Cheesy pickup lines are like puns: they usually elicit groans or eye-rolls, but people still can't resist making up new ones. So it may seem inevitable that in the many ongoing experiments with artificial intelligence, someone created a computer program that crafts pickup lines.
The results, Rob LeFebvre reports for Engadget, are adorable.
Research scientist Janelle Shane taught her neural network using pickup lines she scraped from the Internet. "Gathering the dataset was much more painful than I had expected," she writes on her blog. "I hadn't really read many of these before, and most were obscene or aggressive, or kind of insulting."
Fortunately, the network stayed fairly polite. She writes:
[A]lthough the neural network figured out the basic forms “You must be a … because….” or “Hey baby, wanna…” it never learned to generate the worst lines—most of these were based on wordplay that it didn’t have a chance of reproducing.
Shane's pickup-line-slinging network is based on an open-source program on GitHub called char-rnn. Her network, and others like it, are computing models that mimic the way the brain works. That makes the network behave very differently than a conventional computer.
In everything from laptops to smartphones, the computer's central processor receives commands from a user, finds the necessary instructions in memory, decodes the instructions, performs an action and stores the results in memory. All these steps happen in order and each stage depends on what comes before.
Not so in a neural network (or more accurately, an artificial neural network). These systems are made up of a bunch of interconnected "nodes," each of which can do a simple processing step. The many connections let each node react to a combination of inputs from other nodes. There is no separate memory. Knowledge is stored in the overall state of the network itself. The result is a network where the sum is more than the parts.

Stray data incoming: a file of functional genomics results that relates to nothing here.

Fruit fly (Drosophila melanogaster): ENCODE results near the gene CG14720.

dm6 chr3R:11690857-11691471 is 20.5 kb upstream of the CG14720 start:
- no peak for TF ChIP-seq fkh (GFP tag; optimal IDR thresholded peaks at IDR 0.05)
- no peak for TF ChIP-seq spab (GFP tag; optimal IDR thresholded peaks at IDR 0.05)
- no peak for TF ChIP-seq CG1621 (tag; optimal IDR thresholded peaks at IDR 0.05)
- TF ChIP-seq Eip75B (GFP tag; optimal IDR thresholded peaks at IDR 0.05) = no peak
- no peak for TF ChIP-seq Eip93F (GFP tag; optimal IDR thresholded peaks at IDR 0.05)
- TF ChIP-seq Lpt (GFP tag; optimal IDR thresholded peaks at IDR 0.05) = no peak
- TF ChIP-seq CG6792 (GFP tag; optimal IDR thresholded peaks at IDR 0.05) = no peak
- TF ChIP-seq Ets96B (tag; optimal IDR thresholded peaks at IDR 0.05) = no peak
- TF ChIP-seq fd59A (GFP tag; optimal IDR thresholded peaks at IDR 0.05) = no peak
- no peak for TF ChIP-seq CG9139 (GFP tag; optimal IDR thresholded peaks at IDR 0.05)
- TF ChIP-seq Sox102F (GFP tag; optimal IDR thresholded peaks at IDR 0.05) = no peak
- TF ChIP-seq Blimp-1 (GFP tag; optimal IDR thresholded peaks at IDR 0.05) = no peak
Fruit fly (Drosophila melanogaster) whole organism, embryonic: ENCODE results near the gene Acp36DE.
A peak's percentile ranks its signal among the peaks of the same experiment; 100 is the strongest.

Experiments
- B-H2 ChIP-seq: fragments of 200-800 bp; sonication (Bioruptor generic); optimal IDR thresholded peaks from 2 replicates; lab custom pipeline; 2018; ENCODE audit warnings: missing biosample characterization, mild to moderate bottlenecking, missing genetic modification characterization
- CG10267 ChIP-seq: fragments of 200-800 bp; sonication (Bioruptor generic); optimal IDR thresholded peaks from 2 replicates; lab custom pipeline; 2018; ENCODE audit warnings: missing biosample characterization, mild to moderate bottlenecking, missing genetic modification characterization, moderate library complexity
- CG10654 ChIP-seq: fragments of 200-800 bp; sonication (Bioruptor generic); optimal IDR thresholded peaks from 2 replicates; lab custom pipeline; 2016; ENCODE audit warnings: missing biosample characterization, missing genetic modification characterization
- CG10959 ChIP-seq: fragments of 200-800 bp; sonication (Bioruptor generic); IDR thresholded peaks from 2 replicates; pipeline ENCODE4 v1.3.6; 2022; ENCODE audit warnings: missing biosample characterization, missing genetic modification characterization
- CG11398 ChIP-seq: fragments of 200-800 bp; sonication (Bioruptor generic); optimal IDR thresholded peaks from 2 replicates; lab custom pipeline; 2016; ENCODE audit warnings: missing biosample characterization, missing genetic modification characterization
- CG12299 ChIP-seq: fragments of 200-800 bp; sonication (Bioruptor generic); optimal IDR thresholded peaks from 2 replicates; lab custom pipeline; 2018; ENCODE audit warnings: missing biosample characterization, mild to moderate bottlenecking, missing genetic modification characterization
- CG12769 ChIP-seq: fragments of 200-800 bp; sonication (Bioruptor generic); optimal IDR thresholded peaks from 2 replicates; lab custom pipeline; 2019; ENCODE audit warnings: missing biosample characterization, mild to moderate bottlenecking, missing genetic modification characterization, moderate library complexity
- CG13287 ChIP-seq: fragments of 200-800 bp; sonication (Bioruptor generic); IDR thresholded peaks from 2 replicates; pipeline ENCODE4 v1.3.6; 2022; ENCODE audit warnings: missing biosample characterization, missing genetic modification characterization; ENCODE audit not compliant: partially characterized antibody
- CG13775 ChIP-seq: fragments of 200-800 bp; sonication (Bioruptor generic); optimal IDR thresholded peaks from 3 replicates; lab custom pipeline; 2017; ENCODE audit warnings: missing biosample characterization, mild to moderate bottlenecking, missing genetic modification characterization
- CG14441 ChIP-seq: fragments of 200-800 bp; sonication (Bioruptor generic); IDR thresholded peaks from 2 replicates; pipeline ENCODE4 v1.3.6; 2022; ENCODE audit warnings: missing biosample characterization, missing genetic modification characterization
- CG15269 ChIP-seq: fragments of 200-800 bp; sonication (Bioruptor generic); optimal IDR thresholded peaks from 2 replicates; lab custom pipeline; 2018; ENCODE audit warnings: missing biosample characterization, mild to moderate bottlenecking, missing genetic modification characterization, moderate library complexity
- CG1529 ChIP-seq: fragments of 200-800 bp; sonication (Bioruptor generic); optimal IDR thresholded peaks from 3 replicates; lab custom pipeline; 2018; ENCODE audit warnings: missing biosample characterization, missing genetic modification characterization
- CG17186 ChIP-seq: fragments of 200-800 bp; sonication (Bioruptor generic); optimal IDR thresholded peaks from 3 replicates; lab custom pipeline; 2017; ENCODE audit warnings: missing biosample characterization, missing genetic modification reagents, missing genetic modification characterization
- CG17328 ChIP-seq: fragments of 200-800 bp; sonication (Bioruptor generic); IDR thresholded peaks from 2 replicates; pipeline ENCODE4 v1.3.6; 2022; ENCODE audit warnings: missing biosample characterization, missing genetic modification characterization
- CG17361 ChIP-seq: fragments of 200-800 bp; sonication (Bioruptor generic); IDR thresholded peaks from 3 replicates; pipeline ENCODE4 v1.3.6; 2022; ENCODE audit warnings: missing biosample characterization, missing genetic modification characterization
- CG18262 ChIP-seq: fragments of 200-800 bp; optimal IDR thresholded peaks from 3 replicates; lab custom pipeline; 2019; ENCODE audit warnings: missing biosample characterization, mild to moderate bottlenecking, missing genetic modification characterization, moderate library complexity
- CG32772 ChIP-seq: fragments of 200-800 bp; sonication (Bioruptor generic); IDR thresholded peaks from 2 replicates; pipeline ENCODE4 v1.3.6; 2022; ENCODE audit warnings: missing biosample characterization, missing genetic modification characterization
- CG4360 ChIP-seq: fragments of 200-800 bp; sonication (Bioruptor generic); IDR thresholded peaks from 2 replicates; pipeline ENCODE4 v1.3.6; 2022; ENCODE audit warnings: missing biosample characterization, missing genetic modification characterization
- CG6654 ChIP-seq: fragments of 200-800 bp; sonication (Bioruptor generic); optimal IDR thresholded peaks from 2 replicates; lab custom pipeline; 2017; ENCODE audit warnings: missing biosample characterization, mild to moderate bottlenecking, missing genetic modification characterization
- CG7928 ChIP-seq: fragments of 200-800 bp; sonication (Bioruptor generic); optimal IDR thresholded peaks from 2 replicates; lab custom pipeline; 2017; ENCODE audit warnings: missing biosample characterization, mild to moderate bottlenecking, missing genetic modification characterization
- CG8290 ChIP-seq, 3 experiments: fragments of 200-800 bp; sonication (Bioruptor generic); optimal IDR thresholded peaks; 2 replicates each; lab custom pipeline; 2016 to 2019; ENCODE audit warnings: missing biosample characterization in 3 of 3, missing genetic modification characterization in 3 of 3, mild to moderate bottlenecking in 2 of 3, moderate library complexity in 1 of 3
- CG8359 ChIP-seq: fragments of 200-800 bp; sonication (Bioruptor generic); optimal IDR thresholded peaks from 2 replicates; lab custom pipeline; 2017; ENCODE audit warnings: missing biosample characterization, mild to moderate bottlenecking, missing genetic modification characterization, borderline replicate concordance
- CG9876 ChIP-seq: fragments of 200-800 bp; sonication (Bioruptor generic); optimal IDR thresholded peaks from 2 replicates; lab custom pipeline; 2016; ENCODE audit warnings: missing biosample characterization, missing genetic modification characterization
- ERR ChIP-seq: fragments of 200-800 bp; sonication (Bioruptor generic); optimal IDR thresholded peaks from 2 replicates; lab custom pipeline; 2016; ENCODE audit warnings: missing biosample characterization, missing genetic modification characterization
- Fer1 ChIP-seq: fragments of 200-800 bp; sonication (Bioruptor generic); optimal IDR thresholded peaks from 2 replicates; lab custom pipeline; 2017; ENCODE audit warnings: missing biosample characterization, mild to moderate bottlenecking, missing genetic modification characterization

People who use neural networks can train the system by feeding it a lot of data. The network then "learns" the patterns and eventually can generate its own output.
After feeding her network all the charm the Internet could offer, Shane let it do its thing. The results "varied from incomprehensible to surreal to kind of adorable," she writes.
There's the creative: "I have a cenver? Because I just stowe must your worms." (Hey, English is tough.) There's the attempt at cheese: "Are you a candle? Because you're so hot of the looks with you." The straightforward: "If I were to ask you out?" And the sweet: "You are so beautiful that you make me feel better to see you."
One could imagine an awkwardly cute robot uttering these lines to a confused bar patron. Artist Shobana "Bob" Appavu did with a few illustrations.
In every instance, the early iterations are usually failures. “What I like about these failures are that they’re a window into the inner structure of things, in the same way that optical illusions give us clues about the workings of our visual systems,” Shane tells David Covucci at The Daily Dot, talking about her recipe-writing neural network.
Artificial neural networks can do more than delight us with absurdity or write creepy Christmas songs. Sophisticated versions have helped paralyzed monkeys walk and could let wearers of prosthetic limbs feel.
Some of the pickup lines might even be worth a shot in real life. Try "You look like a thing and I love you," or the nearly fail-proof "Hello."